As they go through the store, another new guy named Bob takes a moment to look at the wine selection. While picking out his favorite available brand, however, the case falls over. Not only does this waste a ton of good alcohol, but it alerts the zombies, who start puttering around atop the already weather-beaten roof.
The first one crashes through with his intestines still holding him up. The next few, however, fall to the floor and begin attacking the humans with no problem. We get to see some Michonne/Daryl zombie slaying badassery right before they are able to save Bob (and thankfully avoid the horror movie cliché of black people always dying first). Unfortunately, Zack ends up getting eaten in the process.
Killer story time
Back at the jail, Carl has decided that he is too cool to attend story time with Carol along with the other children. His curiosity, however, eventually gets the best him.
As Carl sneaks in, he sees that Carol is actually teaching the little munchkins about how to defend themselves with basic weaponry.
Glasses kid is unable to stomach it (or so it seems) and leaves. When Carol observes Carol watching her, she pleads with him not to tell his father.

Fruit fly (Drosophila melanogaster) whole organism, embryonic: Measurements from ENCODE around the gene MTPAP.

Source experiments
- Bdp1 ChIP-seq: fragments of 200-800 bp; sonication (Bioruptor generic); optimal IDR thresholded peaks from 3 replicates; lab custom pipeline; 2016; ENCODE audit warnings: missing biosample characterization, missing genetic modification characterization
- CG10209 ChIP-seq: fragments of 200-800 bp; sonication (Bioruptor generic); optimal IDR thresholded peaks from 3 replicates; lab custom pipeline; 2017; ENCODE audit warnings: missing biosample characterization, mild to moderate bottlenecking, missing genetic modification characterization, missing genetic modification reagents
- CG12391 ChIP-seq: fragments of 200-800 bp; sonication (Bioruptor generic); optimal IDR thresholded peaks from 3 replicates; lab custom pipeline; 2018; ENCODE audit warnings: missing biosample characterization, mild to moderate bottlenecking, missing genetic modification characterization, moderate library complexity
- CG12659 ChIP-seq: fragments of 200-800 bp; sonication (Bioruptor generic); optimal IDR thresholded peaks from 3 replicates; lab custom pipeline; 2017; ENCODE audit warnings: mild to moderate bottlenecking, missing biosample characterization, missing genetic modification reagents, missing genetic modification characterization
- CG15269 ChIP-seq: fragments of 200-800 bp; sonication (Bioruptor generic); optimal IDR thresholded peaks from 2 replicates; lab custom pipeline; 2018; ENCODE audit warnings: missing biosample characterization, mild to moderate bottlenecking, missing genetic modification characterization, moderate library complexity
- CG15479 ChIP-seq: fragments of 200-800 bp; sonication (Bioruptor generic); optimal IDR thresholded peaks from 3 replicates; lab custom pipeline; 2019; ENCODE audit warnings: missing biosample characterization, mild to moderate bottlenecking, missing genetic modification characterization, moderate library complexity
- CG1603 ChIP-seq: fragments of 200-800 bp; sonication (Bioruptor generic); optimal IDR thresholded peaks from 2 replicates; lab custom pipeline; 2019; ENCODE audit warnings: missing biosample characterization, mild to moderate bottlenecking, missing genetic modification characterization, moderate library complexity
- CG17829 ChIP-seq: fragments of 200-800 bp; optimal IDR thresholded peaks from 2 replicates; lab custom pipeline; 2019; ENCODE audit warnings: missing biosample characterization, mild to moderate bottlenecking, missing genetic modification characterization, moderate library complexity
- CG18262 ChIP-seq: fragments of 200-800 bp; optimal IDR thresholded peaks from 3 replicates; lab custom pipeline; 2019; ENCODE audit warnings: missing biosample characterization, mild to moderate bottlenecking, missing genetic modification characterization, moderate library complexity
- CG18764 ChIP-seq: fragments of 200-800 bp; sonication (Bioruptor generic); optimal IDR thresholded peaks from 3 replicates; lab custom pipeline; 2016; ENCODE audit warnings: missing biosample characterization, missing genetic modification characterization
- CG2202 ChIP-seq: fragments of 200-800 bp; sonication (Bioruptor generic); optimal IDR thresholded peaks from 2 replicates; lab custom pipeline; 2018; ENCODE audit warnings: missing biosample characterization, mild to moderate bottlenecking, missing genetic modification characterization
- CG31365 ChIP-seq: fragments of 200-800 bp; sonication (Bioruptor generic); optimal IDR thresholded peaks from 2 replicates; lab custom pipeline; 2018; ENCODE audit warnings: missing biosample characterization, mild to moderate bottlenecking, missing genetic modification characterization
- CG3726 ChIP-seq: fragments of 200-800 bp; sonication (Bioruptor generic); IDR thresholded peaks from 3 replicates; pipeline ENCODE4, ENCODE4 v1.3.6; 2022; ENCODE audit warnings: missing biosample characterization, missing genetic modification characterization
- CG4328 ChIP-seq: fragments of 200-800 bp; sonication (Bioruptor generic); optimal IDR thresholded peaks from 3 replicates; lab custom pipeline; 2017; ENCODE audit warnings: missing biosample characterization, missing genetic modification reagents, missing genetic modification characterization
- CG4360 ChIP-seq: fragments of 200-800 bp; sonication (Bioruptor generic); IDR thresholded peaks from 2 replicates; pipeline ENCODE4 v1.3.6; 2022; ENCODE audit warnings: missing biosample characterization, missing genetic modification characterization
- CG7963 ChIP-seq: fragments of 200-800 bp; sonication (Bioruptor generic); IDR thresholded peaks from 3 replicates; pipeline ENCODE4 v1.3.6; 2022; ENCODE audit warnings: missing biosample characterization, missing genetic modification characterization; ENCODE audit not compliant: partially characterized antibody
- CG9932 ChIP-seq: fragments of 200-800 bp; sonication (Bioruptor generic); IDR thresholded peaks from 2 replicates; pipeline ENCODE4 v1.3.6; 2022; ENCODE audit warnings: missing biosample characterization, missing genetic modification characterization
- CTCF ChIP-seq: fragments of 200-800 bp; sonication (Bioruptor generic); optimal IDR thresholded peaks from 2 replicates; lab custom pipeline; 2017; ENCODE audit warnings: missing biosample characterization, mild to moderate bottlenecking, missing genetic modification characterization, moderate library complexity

Cold blooded blondie
Back at the jail, Glenn relates the harrowing tale of how they almost died on a supply run to Maggie. Maggie then tells Glenn that she’s not pregnant, causing a wave of relief to wash over him now that he won’t have to have his ass kicked by a one-legged Herschel.
Meanwhile, Daryl has the unfortunate task of breaking the news to Beth that her boyfriend got turned into zombie chow. But to his surprise, she takes the news with little to no emotion, explaining that she “doesn’t cry anymore” while giving Daryl an uncomfortably long hug.
Outside, Rick notices that Violet the Pig (who had seemed sick earlier) is now dead.
Revenge of the zombie nerd
In the middle of the night, glasses kid gets up and stumbles toward the shower. To make sure that the audience knows something is wrong with him, he also has a really nasty cough.
While standing under the shower head, he collapses, dies, and turns into a zombie. His cold, dead eyes are the last thing we see before the end credits and Chris Hardwick’s smiling face take us into the next hour on AMC.
- Characters are evolving rather than becoming parodies of themselves
- Lots of great zombie-killing action
- Interesting story seeds being sown
- Theme of being detached from things got hammered home way too much
- Pacing was abruptly slower than what we had become accustomed to in Season 4
The theme of detachment was a little over done, but otherwise, this was a pretty solid episode. I liked how it set up that things were in a nice routine, especially after the manic pace at the end of last season.
The kid dying in the shower was a bit weird. Is there a new form of the virus, or will he just have died from a normal disease? Either way, a zombie is loose in the jail while everyone else is asleep. That’s never a good situation to be in.